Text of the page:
• Building costs may rise to the extent that the inflationary prices are in the new builds. We have already seen this with building costs rising from around $1,900 a meter in 2016 to over $2,200 a meter in just a few years.  If new builds become dearer than existing homes, then existing homes will rise in price also.

2021 the year of Surprises

  • I try to keep these newsletters factual, but the reality is both Diana and myself have developed a sixth sense in the property market and it’s kicking in this year. It may be a flashback  back to my increasing and frequently wrong scepticism that prices cant possibly  double over the next 10 years, but I have a very uneasy sense about the current market.
  • I think we will see some sort of stall later this year. There is no evidence for this belief, in fact based on the current evidence we are heading for a 20%plus growth year. But instinctively I think we are going to see something happen that will stall the market. The most likely scenario is political interference. There are a number of ways this could happen this year.
  • The Reserve Bank has already instituted loan to value restrictions on investment properties. They could increase these. 
  • Capital Gains Tax could be introduced. This would be a very unpopular move as the Labour party has ruled it out for now, but it may feel the circumstances warrant the change in policy. This would be a very bad look for a Government who mantra is trust, so I believe the most likely scenario will be the next option, Fiddle with the Brightline test. 
  • The Brightline test could be adjusted to remove or extend the 5 year get out of jail free period. This would mean any property that was not your residential home, would be treated as taxable income when you sold it. You would have to pay Tax on the capital gain as if it was part of your income. Removing the Brightline 5-year period and replacing it with a 10,15,30-year period will have a major effect on property prices. It would only require one word change from the current legislation and politically is a perfect solution for Labour. The legislation was introduced by National under John Key. It is old legislation, so labour can argue that they stuck to their word and never introduced a capital gains tax. It is incredibly simple to change.  Basically, they tweak an already current bit of legislation. This option makes so much sense that I have convinced myself that it will happen this year.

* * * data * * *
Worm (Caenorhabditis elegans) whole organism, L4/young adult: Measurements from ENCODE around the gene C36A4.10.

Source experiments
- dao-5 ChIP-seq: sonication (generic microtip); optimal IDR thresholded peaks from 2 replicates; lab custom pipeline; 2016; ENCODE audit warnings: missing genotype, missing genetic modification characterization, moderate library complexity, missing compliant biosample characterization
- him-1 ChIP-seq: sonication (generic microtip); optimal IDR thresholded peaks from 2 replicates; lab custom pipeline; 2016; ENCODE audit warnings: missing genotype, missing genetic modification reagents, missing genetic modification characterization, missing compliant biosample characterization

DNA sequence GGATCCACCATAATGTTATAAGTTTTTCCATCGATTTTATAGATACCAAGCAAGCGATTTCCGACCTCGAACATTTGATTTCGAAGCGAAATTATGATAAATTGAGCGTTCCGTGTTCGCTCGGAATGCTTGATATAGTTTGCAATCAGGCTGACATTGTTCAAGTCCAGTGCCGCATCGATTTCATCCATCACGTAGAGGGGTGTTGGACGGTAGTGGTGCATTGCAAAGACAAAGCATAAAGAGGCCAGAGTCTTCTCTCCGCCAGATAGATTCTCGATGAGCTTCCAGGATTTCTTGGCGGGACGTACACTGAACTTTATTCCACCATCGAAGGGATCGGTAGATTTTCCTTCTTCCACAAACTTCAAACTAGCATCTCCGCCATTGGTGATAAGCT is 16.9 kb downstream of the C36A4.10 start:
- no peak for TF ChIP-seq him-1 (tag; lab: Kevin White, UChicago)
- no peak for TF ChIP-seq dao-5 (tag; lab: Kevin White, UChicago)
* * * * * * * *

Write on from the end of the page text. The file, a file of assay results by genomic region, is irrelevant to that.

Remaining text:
• I recently worked with a client who has American citizenship. The USA has far reaching housing tax system. When this client sells their second NZ property, they will have to pay the US government tax on the profit, even though the property is in New Zealand. I asked how the US Government would know? and was told that the NZ government provides this information to the USA.
  • Interest rate rises. If these went above 5% then a lot of people would be in trouble based on the high loan amounts to purchase today. This is not in the Banks nor the Governments interest, so is an unlikely strategy.
  • Cheaper forms of housing. We are already seeing some cheaper construction methods being imported into NZ and imported kitset homes are on the rise. I have an A1 home and took an internal wall out. The timber framing was a very superior, slow grown pine, with “Made in Austria” stamped on every timber.  This won’t fix the cost of the land, which is rising all the time, but could put a ceiling on building cost rises.

The Quota Concept and House Prices

A friend of mine was heavily involved in a particular quota system. It was designed to allow the product to be sold for what the market thought it was worth. All bids were confidential, so the only price disclosed was the top bid. What this friend discussed was how often the top bid was disproportionally higher than the next bid. It was not just a bid above the others but often 30-40% above and reflected what value that buyer saw the product as worth, on that day for their reasons.

We have a similar thing happening in the housing market. It does not happen in Auctions where the top buyer knows exactly where the second buyer saw the value but is happening in pricing situations where the price is either fixed or when it is advertised as “Buyers over xxx should inspect”. In multiple offer situations, we are seeing a range of prices usually within a ballpark figure, but then there is usually one offer a lot higher than the others. Its usually from someone who has missed out on several properties and has decided that they will get this one. The buyer has deliberately paid over the expected market price to secure the property for themselves. Not a bad strategy in a rising market as the property will be worth their figure in a matter of weeks or months.